The level argument specifies the protocol level at which the option resides. To set options at the socket level, specify the level argument as SOL_SOCKET. To set options at other levels, supply the appropriate level identifier for the protocol controlling the option. 

For Boolean options, 0 indicates that the option is disabled and 1 indicates that the option is enabled.
Options at other protocol levels vary in format and name.

Pasted from <http://pubs.opengroup.org/onlinepubs/009695399/functions/setsockopt.html

Chapter 7.2

You could use getprotobyname with ipproto_UDP to see what the level should be for UDP.
Level 17 is UDP.
setsockopt (socket_filehandle,17,optional,optional) will set the socket for UDP

137 is currently the higher number in use.

print "Level\tDesc\n";
while ($count<=137) {
print "$count\t$level \n";

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pierre-alexAuthor Commented:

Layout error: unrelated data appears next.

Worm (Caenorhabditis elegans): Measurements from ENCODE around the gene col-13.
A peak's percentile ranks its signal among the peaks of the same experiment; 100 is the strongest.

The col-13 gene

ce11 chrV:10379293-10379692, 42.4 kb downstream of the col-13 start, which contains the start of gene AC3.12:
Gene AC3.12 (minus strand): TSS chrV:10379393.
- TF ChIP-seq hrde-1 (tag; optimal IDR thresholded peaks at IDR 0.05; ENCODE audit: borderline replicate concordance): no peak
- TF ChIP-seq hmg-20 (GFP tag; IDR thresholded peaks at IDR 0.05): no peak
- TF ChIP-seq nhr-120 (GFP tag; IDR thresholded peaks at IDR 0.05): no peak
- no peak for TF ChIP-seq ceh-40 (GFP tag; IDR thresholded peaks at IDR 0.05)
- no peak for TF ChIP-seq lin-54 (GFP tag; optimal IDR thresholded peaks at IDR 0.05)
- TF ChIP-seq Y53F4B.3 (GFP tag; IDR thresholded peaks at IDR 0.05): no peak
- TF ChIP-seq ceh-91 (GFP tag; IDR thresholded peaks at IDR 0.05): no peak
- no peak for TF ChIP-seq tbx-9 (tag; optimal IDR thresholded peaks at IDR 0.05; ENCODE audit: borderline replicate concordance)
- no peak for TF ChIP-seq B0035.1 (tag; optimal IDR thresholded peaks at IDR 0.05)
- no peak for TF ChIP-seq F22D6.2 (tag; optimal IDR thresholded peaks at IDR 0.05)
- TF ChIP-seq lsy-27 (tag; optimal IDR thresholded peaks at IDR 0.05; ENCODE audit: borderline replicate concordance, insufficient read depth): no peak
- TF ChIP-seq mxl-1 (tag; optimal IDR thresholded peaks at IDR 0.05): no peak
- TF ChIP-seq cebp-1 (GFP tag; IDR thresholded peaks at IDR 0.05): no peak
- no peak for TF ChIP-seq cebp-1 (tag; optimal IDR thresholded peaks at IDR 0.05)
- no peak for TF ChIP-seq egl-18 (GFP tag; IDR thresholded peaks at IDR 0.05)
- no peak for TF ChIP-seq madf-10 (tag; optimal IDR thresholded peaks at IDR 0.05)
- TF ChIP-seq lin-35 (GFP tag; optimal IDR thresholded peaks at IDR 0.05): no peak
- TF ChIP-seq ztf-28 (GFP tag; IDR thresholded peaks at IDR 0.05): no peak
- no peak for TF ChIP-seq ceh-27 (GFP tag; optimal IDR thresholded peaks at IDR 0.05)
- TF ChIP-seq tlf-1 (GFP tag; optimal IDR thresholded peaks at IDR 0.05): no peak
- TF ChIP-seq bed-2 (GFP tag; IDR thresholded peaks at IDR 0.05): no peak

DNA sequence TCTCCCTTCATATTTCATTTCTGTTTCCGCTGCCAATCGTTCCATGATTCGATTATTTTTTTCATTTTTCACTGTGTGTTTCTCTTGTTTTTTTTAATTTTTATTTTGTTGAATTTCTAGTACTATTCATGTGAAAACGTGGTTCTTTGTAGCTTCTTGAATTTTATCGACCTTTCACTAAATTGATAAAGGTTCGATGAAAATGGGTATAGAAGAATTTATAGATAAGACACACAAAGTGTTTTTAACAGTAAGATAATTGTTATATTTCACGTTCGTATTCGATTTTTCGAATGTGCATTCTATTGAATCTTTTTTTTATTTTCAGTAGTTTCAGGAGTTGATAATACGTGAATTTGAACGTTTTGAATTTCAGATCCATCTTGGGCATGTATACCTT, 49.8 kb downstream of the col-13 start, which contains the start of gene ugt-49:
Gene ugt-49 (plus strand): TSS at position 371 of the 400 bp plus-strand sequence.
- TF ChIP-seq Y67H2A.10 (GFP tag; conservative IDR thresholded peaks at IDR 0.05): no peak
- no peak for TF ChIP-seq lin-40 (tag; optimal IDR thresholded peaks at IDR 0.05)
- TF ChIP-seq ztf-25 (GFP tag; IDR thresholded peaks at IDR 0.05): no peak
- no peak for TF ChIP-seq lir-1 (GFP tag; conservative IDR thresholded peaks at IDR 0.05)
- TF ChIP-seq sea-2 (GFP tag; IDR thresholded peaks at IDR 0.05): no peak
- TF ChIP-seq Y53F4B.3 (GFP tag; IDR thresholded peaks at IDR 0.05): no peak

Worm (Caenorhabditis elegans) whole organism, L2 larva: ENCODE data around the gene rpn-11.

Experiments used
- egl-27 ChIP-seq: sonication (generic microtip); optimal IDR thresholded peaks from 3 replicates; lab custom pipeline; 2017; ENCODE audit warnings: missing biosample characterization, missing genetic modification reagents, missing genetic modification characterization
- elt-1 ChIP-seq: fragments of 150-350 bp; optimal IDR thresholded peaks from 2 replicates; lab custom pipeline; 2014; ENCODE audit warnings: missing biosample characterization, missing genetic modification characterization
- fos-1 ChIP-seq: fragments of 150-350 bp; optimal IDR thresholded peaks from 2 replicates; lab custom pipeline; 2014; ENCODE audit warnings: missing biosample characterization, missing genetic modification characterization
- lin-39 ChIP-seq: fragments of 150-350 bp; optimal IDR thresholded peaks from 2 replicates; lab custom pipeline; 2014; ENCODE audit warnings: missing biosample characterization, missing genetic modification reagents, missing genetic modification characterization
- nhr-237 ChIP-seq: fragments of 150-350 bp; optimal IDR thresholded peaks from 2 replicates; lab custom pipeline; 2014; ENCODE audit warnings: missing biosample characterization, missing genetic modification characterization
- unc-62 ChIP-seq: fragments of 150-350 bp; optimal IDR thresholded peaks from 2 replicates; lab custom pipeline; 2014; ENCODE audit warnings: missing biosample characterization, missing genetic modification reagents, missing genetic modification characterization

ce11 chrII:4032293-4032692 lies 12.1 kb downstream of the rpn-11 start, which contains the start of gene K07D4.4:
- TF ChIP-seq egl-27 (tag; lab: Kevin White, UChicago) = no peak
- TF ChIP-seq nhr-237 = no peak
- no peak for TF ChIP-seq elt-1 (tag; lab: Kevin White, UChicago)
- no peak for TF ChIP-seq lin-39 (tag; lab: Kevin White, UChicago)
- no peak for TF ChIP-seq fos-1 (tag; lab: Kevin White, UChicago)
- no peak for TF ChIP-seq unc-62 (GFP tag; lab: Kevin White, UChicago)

Hi Arnold, thanks for your help.

I have been able to accomplish the first two objectives successfully, that is:

1- Spoof multiple source IP addresses (10,000) with correct calculation of checksums
2- Keep track of the number of packets sent by each IP using a 32 bit counter.

Now regarding the third objective ( send half a million packets per seconds ) I am a reaching a bottleneck somewhere.  The test server (quad processor 6 GIG of RAM running Ubuntu 64 bit) is only at 25 percent CPU utilization  and 5G free memory, but I am only getting about 85,000 packets per seconds / 88,341,000 bps

I have tried to run the script multiple times, but it seems that the amount of CPU gets divided by the different instances so I never go over 25% CPU utilization.

Is it a limitation of Perl? Problem with the network card buffers?

Any suggestion?

I am not sure, it might be an issue with the tcp/IP stack dealing with how many entries it can keep.
Not sure whether threaded setup might increase your throughput or whether using fork() within perl is a better alternative.
pierre-alexAuthor Commented:
OK, I will have a look. Thanks
pierre-alexAuthor Commented:
Hi Arnold

I got around the performance issue by:

1) generating udp traffic using the perl script
2_recording the outpug using tcpdump
3) replaying it using a third party tool bittwist.

I managed to generate around 350,000 pps  (a bit short of my objective ) but by combining two servers, I  should be able to get the job done.

Thanks your input